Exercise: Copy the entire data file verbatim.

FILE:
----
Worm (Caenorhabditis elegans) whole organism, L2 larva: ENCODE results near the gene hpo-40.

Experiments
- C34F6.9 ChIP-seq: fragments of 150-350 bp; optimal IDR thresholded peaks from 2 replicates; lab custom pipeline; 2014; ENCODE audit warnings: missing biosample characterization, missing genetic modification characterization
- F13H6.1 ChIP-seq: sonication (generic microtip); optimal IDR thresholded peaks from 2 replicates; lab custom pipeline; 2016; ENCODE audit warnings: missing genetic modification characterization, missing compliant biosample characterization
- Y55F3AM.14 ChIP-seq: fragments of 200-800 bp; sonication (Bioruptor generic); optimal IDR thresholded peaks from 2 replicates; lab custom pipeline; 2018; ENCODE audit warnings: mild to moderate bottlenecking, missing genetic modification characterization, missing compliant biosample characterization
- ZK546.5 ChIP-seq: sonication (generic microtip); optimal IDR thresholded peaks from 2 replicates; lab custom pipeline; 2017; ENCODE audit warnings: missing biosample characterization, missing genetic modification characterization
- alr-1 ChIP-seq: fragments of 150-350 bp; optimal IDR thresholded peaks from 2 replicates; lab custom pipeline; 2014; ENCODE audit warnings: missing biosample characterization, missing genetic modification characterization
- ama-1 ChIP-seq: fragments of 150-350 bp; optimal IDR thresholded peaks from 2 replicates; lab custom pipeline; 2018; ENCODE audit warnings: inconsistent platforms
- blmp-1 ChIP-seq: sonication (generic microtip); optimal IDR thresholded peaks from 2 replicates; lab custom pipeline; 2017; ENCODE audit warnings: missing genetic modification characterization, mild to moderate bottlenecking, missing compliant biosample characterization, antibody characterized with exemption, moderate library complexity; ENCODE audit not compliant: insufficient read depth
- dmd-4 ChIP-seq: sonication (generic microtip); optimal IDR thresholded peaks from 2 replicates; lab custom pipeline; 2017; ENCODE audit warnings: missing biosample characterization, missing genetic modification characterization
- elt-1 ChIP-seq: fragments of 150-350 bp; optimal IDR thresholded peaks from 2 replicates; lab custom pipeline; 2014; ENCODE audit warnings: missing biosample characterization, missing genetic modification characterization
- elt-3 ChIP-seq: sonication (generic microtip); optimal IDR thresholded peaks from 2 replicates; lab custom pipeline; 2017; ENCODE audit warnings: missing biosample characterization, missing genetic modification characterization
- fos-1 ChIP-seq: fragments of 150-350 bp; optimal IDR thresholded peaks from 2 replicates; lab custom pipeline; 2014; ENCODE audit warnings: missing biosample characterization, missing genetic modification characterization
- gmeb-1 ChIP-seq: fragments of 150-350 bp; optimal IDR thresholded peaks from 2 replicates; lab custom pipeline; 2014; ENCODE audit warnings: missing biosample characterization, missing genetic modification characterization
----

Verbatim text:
Worm (Caenorhabditis elegans) whole organism, L2 larva: ENCODE results near the gene hpo-40.

Experiments
- C34F6.9 ChIP-seq: fragments of 150-350 bp; optimal IDR thresholded peaks from 2 replicates; lab custom pipeline; 2014; ENCODE audit warnings: missing biosample characterization, missing genetic modification characterization
- F13H6.1 ChIP-seq: sonication (generic microtip); optimal IDR thresholded peaks from 2 replicates; lab custom pipeline; 2016; ENCODE audit warnings: missing genetic modification characterization, missing compliant biosample characterization
- Y55F3AM.14 ChIP-seq: fragments of 200-800 bp; sonication (Bioruptor generic); optimal IDR thresholded peaks from 2 replicates; lab custom pipeline; 2018; ENCODE audit warnings: mild to moderate bottlenecking, missing genetic modification characterization, missing compliant biosample characterization
- ZK546.5 ChIP-seq: sonication (generic microtip); optimal IDR thresholded peaks from 2 replicates; lab custom pipeline; 2017; ENCODE audit warnings: missing biosample characterization, missing genetic modification characterization
- alr-1 ChIP-seq: fragments of 150-350 bp; optimal IDR thresholded peaks from 2 replicates; lab custom pipeline; 2014; ENCODE audit warnings: missing biosample characterization, missing genetic modification characterization
- ama-1 ChIP-seq: fragments of 150-350 bp; optimal IDR thresholded peaks from 2 replicates; lab custom pipeline; 2018; ENCODE audit warnings: inconsistent platforms
- blmp-1 ChIP-seq: sonication (generic microtip); optimal IDR thresholded peaks from 2 replicates; lab custom pipeline; 2017; ENCODE audit warnings: missing genetic modification characterization, mild to moderate bottlenecking, missing compliant biosample characterization, antibody characterized with exemption, moderate library complexity; ENCODE audit not compliant: insufficient read depth
- dmd-4 ChIP-seq: sonication (generic microtip); optimal IDR thresholded peaks from 2 replicates; lab custom pipeline; 2017; ENCODE audit warnings: missing biosample characterization, missing genetic modification characterization
- elt-1 ChIP-seq: fragments of 150-350 bp; optimal IDR thresholded peaks from 2 replicates; lab custom pipeline; 2014; ENCODE audit warnings: missing biosample characterization, missing genetic modification characterization
- elt-3 ChIP-seq: sonication (generic microtip); optimal IDR thresholded peaks from 2 replicates; lab custom pipeline; 2017; ENCODE audit warnings: missing biosample characterization, missing genetic modification characterization
- fos-1 ChIP-seq: fragments of 150-350 bp; optimal IDR thresholded peaks from 2 replicates; lab custom pipeline; 2014; ENCODE audit warnings: missing biosample characterization, missing genetic modification characterization
- gmeb-1 ChIP-seq: fragments of 150-350 bp; optimal IDR thresholded peaks from 2 replicates; lab custom pipeline; 2014; ENCODE audit warnings: missing biosample characterization, missing genetic modification characterization